High Cost of New Cancer Drugs and Lack of Awareness Impede Adoption in the US

According to a poll, the expense of new cancer drugs is the main obstacle to their adoption in the US, and the knowledge of cell and gene therapies is lacking

A new survey conducted by healthcare research firm Sermo revealed that oncologists in the United States perceive pricing as the most significant obstacle for patients in accessing novel cancer treatments. Additionally, many oncologists are facing challenges in keeping pace with the rapid advancements in cell and gene therapies. The survey involved over 300 oncologists.

While many are also straining to keep up with the speed of new cell and gene treatments, oncologists in the US consider money as the biggest barrier for patients when it comes to getting new cancer medicines.

According to the poll, 24% of oncologists practicing in the United States said that the biggest obstacle to implementing innovative therapies into their practices is the cost to patients. Only 10% of oncologists practicing in Europe shared these costs-related worries.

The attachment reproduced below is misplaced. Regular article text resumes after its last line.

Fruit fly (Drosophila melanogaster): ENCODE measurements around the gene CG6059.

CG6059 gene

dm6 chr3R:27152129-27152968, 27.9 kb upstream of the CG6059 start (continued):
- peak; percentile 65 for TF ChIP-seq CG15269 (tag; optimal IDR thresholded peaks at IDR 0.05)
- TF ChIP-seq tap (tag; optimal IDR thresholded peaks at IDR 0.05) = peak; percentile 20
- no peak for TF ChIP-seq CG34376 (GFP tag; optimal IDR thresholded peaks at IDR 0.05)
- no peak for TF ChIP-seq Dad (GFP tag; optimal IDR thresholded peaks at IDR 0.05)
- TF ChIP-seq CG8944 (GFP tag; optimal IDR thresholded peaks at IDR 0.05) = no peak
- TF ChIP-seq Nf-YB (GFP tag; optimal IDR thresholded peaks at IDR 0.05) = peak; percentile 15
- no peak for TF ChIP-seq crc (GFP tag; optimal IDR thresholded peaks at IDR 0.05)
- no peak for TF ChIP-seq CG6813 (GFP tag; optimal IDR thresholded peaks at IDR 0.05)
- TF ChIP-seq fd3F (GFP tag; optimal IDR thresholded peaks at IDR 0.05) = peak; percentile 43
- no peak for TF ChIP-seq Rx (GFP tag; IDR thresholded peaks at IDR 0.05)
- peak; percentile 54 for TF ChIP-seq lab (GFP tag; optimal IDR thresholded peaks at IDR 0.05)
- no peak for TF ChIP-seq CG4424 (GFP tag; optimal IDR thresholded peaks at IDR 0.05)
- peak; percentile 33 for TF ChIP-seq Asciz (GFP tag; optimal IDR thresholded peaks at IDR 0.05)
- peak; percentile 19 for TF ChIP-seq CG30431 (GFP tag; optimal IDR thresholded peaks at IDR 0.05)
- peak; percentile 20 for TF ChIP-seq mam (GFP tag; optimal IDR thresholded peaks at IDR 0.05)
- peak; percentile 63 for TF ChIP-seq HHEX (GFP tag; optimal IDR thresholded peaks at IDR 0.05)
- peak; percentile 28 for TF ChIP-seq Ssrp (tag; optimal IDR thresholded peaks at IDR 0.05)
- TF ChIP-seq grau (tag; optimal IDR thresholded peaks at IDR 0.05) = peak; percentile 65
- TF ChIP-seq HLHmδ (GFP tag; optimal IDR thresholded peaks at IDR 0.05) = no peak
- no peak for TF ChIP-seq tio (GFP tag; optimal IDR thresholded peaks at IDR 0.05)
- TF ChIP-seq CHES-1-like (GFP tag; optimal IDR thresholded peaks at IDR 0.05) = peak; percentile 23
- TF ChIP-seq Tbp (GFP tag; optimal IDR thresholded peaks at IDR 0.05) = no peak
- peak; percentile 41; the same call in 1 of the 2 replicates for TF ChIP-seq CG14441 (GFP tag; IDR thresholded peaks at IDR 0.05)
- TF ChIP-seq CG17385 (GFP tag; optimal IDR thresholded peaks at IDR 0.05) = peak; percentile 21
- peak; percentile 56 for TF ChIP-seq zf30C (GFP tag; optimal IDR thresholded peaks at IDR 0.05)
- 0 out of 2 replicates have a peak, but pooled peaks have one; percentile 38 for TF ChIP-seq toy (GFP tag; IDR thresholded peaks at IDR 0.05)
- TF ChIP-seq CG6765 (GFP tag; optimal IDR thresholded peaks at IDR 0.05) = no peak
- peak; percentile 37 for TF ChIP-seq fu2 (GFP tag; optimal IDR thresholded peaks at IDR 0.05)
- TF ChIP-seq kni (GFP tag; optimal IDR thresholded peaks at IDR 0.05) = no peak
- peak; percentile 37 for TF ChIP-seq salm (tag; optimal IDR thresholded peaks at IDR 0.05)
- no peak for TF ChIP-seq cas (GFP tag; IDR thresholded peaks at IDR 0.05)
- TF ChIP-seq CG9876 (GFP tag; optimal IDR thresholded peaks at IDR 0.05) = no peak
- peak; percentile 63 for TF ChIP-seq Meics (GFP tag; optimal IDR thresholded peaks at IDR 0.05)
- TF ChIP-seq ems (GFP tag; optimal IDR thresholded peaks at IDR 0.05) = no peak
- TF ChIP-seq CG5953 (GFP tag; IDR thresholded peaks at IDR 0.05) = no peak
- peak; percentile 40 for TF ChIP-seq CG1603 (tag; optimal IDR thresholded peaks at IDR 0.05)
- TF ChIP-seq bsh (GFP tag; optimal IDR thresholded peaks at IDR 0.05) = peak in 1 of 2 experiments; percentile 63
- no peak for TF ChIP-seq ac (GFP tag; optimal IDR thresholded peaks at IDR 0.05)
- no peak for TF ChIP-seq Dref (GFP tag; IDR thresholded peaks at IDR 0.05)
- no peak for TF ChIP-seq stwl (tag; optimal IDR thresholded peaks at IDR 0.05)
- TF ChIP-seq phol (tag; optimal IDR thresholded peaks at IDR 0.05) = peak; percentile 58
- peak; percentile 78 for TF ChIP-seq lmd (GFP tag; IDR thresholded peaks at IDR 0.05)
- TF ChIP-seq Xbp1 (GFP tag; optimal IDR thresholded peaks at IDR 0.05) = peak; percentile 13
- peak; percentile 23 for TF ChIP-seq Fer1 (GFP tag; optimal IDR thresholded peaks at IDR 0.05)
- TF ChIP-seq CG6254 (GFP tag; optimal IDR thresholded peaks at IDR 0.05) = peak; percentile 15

That disparity is probably primarily explained by the fact that the governments of many European nations use public money to purchase new medications and undergo a health technology evaluation, which, when compared to the US, can lower the cost of new treatments.

Oncologists self-identified as having “high expertise” in immunotherapies (84%), liquid biopsies (72%), novel biomarkers (69%), and anti-drug conjugates (68%), according to the poll. When it comes to cell and gene treatments, the most recent advancement in cancer that includes CAR-T therapy, that percentage fell to 21%. 

The majority of oncologists who responded to the survey’s questions about their interest in educational subjects, such as effectiveness and safety data, said that they did not feel knowledgeable about gene treatments.

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